Thursday, June 18, 2015
Summer of Twin Peaks: Episode 1-Traces to Nowhere
Directed by Duwayne Dunham and written by David Lynch and Mark Frost, the second episode of Twin Peaks entitled Traces to Nowhere continues Special Agent Cooper and Sheriff Truman’s investigation into Laura Palmer’s murder. Upon questioning suspect and Palmer’s secret boyfriend James Hurley, more suspicions arises in the course of the episode as more questions into Palmer’s final days and the events that probably led to her death. Notably as characters who had bit parts in the pilot suddenly become more prominent as it also raised questions about who could the killer be.
It’s an episode where it reveals more of the dark aspects of the small town of Twin Peaks where it doesn’t relate to some of things that goes on behind the scenes. It also plays into individuals who all have something to hide or have something that could relate to Laura Palmer’s death. Among the things that is happening involves this feud between Josie Packard and Catherine Martell over the control of the logging factory mill where Martell is in cahoots with Benjamin Horne into buying the land as it is revealed that Packard really wants to run it. One character that was seen briefly in the pilot but has a bigger role in this episode is Leo Johnson (Eric Da Rae) who is a truck driver that had returned home as he is very abusive to his young wife Shelley while it is revealed that he is part of a shady deal that Bobby and Mike are in as the two owe Leo money.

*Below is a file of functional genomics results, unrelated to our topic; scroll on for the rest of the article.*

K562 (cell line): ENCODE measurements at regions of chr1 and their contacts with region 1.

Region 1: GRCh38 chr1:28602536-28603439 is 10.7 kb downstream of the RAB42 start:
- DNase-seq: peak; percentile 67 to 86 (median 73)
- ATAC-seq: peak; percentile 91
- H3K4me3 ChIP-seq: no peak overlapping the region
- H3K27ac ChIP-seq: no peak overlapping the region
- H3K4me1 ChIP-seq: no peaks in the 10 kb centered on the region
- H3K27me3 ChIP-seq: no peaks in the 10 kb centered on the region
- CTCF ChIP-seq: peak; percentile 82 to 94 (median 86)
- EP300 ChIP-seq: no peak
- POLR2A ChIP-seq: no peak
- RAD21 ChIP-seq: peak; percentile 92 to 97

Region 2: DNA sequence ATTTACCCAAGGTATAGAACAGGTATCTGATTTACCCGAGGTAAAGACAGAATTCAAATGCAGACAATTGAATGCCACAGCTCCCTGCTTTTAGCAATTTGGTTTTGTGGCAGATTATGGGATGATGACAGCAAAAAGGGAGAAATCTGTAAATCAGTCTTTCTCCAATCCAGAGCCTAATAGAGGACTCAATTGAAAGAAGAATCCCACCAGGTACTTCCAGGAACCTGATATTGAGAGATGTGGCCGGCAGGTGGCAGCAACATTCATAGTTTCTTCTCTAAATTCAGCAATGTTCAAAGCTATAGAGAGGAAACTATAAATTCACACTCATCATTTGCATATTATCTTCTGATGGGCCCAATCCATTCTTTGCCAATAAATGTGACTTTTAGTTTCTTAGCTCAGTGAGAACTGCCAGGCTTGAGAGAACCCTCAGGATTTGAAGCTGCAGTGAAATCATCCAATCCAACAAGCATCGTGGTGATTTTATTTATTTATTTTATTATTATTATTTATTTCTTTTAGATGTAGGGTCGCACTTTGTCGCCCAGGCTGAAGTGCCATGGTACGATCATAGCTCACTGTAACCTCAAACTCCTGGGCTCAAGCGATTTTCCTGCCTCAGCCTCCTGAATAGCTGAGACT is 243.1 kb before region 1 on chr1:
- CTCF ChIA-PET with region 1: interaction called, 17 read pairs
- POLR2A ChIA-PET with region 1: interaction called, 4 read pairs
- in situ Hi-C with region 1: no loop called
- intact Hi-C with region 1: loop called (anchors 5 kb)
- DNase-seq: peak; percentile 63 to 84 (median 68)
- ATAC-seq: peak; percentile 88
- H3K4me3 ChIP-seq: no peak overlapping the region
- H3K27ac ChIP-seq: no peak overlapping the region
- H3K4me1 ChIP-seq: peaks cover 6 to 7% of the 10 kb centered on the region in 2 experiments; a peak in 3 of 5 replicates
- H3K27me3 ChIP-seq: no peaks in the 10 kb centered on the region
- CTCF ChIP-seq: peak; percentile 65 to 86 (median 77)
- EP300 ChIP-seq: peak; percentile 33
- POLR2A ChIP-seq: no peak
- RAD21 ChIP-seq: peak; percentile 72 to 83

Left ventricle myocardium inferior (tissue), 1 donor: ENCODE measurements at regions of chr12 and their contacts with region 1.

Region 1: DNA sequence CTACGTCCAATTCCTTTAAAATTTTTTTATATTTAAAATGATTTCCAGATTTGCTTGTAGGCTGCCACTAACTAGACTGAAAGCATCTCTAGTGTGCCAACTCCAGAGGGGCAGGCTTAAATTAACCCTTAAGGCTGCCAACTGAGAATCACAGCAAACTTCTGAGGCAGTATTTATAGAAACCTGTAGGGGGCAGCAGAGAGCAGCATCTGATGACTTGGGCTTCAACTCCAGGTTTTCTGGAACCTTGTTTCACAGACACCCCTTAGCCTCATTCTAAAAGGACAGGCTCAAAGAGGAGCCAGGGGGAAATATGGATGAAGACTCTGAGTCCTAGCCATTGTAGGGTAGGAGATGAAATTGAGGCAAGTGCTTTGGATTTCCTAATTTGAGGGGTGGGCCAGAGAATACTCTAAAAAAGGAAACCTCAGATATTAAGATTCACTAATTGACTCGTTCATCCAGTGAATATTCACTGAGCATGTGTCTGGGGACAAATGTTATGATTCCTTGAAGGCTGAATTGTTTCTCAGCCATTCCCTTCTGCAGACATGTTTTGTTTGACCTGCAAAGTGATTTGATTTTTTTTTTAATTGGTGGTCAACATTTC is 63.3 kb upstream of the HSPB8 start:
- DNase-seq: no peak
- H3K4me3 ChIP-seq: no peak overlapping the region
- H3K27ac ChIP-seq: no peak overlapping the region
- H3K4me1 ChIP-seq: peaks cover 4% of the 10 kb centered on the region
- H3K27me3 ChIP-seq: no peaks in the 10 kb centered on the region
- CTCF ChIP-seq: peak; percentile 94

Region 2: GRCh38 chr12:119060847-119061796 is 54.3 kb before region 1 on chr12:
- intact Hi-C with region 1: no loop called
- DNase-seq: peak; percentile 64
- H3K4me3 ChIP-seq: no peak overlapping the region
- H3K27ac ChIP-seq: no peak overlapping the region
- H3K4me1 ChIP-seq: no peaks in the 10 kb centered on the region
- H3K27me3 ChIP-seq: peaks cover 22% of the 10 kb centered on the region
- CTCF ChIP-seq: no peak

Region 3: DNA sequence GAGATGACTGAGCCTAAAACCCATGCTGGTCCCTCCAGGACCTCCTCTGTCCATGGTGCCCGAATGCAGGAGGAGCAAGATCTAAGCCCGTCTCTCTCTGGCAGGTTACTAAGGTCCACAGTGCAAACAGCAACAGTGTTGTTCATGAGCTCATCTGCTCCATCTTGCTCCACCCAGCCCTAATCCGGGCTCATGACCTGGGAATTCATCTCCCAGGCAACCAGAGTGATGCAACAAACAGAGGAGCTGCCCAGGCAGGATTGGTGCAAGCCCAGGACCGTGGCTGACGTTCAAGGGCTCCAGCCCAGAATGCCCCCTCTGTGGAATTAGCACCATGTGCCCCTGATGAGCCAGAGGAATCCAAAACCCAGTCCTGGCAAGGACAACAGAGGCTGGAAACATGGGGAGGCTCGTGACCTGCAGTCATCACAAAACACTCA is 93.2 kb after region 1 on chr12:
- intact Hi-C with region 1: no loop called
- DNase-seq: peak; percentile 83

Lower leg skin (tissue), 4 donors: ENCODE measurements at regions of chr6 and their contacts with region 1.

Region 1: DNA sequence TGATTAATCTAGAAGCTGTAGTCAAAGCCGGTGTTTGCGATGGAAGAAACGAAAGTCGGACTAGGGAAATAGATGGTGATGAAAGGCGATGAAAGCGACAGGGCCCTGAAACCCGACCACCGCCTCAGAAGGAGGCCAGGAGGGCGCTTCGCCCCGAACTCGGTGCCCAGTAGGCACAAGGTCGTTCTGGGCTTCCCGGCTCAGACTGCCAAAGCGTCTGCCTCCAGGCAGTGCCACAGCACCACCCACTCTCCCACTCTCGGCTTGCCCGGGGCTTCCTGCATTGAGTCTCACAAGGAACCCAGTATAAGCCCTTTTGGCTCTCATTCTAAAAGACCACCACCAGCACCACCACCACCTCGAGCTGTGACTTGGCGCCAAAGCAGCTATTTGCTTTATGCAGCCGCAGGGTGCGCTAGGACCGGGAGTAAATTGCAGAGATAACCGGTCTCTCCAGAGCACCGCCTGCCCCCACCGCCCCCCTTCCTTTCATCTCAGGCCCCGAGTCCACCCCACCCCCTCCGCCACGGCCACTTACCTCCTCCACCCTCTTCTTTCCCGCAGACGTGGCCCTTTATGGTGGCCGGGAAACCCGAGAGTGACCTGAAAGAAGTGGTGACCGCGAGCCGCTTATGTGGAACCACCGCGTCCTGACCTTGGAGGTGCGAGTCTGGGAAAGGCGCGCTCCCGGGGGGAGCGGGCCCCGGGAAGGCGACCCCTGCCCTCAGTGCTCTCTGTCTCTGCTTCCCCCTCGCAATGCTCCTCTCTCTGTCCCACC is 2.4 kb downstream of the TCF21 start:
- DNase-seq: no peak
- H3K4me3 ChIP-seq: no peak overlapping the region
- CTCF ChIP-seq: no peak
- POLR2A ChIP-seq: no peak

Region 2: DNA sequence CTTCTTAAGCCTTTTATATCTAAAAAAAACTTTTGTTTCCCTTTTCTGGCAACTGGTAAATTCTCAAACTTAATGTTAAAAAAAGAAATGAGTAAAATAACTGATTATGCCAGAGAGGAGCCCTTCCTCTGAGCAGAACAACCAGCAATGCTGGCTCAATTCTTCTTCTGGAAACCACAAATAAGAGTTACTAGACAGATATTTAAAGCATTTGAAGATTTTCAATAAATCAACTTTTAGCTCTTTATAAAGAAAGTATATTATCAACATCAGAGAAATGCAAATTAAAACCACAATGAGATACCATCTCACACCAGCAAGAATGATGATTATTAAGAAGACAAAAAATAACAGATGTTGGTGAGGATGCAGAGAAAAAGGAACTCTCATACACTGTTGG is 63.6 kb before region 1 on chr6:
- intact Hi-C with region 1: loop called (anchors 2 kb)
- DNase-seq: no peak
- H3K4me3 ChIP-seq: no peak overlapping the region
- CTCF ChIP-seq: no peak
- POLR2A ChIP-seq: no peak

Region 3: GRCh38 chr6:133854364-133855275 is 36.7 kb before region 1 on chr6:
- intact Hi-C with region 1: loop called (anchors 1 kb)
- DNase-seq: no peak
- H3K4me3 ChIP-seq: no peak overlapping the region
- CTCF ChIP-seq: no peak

While the episode does continue to focus on the mystery of Laura’s murder as it features a very eerie moment where Donna Hayward visit the Palmers where Susan Palmer gets a glimpse of a mysterious man (Frank Silva) as it plays into the series of nightmares she is having. The air of suspense as well as the growing mystery that includes an ending involving Laura’s psychiatrist Laurence Jacoby (Russ Tamblyn) who would listen to a tape where some of its contents wouldn’t be revealed. Adding to the mystery is a scene where James’ uncle Ed would tell Cooper and Truman something he heard of as it relates to the bar fight he had been in as it plays into an underworld that Leo Johnson, Bobby, and Mike might be involved in that also plays into what Laura might’ve encountered.
The episode would also feature elements of quirks as it relates to Cooper’s love of coffee as well as Audrey Horne’s two scenes where she tried to flirt with Cooper and later dance to some music that she is listening to as she’s being confronted by her father. Duwayne Dunham’s direction definitely adds that mixture of humor and drama with elements of cheesy soap opera aesthetics that relates to a flashback sequence between Laura and James which is intentional to play into the sense of quirkiness of the show. The darker moments would include one of the most terrifying scenes where Shelley returns home as she is about to beaten by Leo over a shirt she had hidden as it plays into an air of suspense with Dunham’s camera being key into the sense of terror.